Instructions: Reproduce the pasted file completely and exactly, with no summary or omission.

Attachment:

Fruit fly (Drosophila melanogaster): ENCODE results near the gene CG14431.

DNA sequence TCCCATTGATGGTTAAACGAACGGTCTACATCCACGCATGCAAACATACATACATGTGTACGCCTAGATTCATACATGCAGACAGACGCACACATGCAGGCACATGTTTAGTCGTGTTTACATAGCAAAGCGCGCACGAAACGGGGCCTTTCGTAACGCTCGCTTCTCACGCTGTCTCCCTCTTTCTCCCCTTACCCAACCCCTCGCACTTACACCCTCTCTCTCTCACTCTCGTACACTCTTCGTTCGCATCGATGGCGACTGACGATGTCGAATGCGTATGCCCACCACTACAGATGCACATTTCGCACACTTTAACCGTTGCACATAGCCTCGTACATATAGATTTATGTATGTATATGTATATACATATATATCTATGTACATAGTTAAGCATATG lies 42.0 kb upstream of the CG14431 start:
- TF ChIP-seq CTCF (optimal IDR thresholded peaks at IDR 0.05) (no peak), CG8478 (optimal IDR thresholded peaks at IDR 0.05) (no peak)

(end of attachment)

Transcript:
Fruit fly (Drosophila melanogaster): ENCODE results near the gene CG14431.

DNA sequence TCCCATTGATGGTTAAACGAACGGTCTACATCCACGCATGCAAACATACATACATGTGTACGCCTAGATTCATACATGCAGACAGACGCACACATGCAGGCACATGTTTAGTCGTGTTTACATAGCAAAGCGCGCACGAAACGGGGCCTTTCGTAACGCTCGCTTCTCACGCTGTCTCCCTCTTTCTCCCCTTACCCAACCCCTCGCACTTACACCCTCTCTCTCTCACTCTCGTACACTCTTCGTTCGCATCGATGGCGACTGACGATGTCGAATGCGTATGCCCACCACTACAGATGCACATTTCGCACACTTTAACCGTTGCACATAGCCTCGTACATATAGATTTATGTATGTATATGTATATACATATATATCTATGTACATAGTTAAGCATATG lies 42.0 kb upstream of the CG14431 start:
- TF ChIP-seq CTCF (optimal IDR thresholded peaks at IDR 0.05) (no peak), CG8478 (optimal IDR thresholded peaks at IDR 0.05) (no peak)